When John W. Pugh and E. Douglas Holwadel first became partners in 1982, the two of them could not have been more different. Johnny, a boxy boater type at home on the high seas, was short and pugnacious, an English bulldog with a lovable face and occasionally vicious bite who was raised on the wilds of a circus back lot. He always smiled and never wore a tie. Doug, a self-proclaimed "dyed-in-the-wool Bob Taft Republican from Cincinnati, Ohio," was tall and aloof, a Great Dane with an imperial mien and imposing strut who could roam golf courses and country clubs with ease but did not enjoy getting mud on his shoes. He never smiled and always wore a tie. He also understood money.

"As a kid in the 1930s I went to see the circus when it came to Ohio," Doug recalled, "but unlike my friends, I wasn't interested in the high wire or the flying trapeze, I was fascinated by the movement of the thing. Once my uncle took me to see them unload the railroad cars and I was hooked. From then on I became infatuated with the logistics-railroad cars, setups, tear-downs, things like that. Later that grew into a love of marketing."

And what a marketer he became. When the two novice owners bought the circus, their princ.i.p.al step after redesigning the show was to rethink the marketing plan. Together they developed a new way for the circus to approach each town, a process they later termed the "true circus parade." The first person in the parade is the booker, who, months or even years before the season, scopes out potential lots in a town and books the circus into a location. Terms are agreed on-usually the show pays about $500 to $1,000 a day-but no money is transferred. In many towns, the circus will then seek out a sponsor, a Rotary Club or high school band, which will agree to get all the necessary permits, licenses, and security personnel in return for about a third of the take. Still, no money changes hands.

Next, two months before the show arrives, a media buyer visits the town to book television, radio, and newspaper advertising. He is followed by a marketing director, who actually lives in the town for up to a month, schmoozing the local media, ordering hay and feed, and trying to generate publicity about the show. Some of the advance purchases are paid for with IOUs, far more are bartered for with complimentary tickets. Thus, if the front end has done its job, by the time the red arrows leading to the lot are posted and the stake line is laid out, the circus has generated thousands of advance sales but still not spent any money. The actual cash doesn't arrive until the show does. When that happens lots of people smell it out.

A century ago, whenever a circus arrived in a town the sheriff would remove the central nut from one of the wheels of the show's main wagon to make sure the circus couldn't leave town until its bills were paid. Ever since, the term "making the nut" on a circus lot has implied taking in enough money to cover expenses. On our show the nut was around $25,000 a day (roughly $6 million in yearly operating expenses divided by 240 show days). That meant the show had to sell enough six-and nine-dollar tickets as well as enough one-, two-, or four-dollar concessions to earn $25,000 every day-rain or shine, ice or heat. The expenses were relentless. There was a $50,000-a-week payroll, a $3,000-a-week fuel bill, and a $500 added charge every time the circus played a mall in order to pay a local contractor to visit the parking lot after we left and fill in all 476 stake holes left behind by the tent. In addition, every week the show bought an average of three hundred pork chops, eighty pounds of ham, sixty pounds of sausage, ninety dozen eggs, thirty gallons of milk, and fifty pounds of coffee, not to mention five hundred pounds of oats, seven tons of hay, and a quarter ton of sweet feed.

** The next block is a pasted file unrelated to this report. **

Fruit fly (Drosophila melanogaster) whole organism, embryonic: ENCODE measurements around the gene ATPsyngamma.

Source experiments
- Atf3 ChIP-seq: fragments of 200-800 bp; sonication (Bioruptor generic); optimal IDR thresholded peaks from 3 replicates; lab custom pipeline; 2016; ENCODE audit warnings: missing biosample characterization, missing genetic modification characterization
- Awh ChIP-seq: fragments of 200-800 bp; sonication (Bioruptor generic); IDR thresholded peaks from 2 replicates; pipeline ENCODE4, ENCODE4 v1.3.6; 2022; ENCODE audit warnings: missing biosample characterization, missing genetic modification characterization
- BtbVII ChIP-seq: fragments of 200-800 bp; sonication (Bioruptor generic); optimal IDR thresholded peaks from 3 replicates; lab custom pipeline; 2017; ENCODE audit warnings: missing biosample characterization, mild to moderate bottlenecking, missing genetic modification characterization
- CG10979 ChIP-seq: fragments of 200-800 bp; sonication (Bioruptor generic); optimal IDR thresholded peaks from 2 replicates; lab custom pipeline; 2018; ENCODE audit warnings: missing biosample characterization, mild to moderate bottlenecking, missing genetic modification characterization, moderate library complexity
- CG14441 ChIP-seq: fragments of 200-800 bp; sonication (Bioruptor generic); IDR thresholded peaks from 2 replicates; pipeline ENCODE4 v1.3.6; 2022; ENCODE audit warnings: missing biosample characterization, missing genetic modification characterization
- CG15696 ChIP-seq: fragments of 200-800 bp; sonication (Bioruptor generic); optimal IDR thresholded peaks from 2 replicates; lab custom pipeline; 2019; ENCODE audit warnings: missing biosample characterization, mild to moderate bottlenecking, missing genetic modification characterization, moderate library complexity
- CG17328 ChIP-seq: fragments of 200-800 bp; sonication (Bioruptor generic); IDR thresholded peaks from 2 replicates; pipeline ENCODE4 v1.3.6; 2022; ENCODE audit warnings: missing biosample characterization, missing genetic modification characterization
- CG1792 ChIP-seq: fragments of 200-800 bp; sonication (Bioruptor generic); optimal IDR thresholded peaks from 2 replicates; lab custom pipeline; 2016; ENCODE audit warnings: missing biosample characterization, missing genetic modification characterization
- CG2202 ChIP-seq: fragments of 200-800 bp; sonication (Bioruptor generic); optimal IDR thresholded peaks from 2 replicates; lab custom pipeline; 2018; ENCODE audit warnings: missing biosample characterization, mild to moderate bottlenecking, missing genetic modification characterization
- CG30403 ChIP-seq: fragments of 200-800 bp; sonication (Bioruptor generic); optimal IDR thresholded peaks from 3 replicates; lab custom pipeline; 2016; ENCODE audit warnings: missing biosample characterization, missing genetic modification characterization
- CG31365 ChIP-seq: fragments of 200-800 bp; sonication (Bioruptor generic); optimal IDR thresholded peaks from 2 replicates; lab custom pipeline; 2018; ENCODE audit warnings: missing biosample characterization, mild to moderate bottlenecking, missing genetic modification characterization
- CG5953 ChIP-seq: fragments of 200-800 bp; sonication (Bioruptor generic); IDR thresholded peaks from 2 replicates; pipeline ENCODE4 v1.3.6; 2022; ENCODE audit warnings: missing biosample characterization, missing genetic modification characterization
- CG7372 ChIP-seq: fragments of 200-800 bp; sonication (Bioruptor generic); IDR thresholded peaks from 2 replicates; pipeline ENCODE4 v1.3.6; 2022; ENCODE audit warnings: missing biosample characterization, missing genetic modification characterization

Of course, there were all sorts of unexpected costs as well. A weigh station outside Burke, Virginia, for example, cost the show a small fortune. Three trucks-the horses, bears, and cookhouse-each received fines of $260 for not keeping their logbooks up to date. The cookhouse was fined an additional $1,000 for having a pa.s.senger in the cab with an open beer can in his hand.

All of this money-for food, fines, and weekly salaries-was paid out in cash. Some local vendors felt so uncomfortable receiving their fees in cash that they came to pick up their payments with armed guards in tow. I could understand their apprehension. Never in my life had I seen so much money. During a good engagement the show could take in close to $100,000. At certain times of the year there was probably close to a quarter of a million dollars locked in the safe in the office truck, stuffed under mattresses in performers' trailers, and tucked under Q-tip boxes in the clowns' trunks. All cash. Much of it in small bills. Most of it untraceable. Since many of the people on the lot were often broke, or had very limited resources, just the knowledge that all this money was floating around prompted some pretty sordid behavior. The money was like an unspoken curse tempting people to misbehave.

Those who lacked it were desperate to get it. Workers, for example, regularly hounded performers for money. One went so far as to steal money from one of the clowns while we were doing the firehouse gag. Another, more innovative, purchased a metal detector and staked out dibs to be the first person to search under the seats after each performance. Those who had it, meanwhile, were desperate to stretch it. One senior staff member, realizing the need workers had for cash, offered to pay an advance to every worker on the Wednesday before payday. He would give them seventy-five cents for every dollar of their paycheck, then claim the full dollar for himself from their salaries five days later. In the Middle Ages, this noncompounded annual interest rate of 1,300 percent would probably have made usury the eighth deadly sin.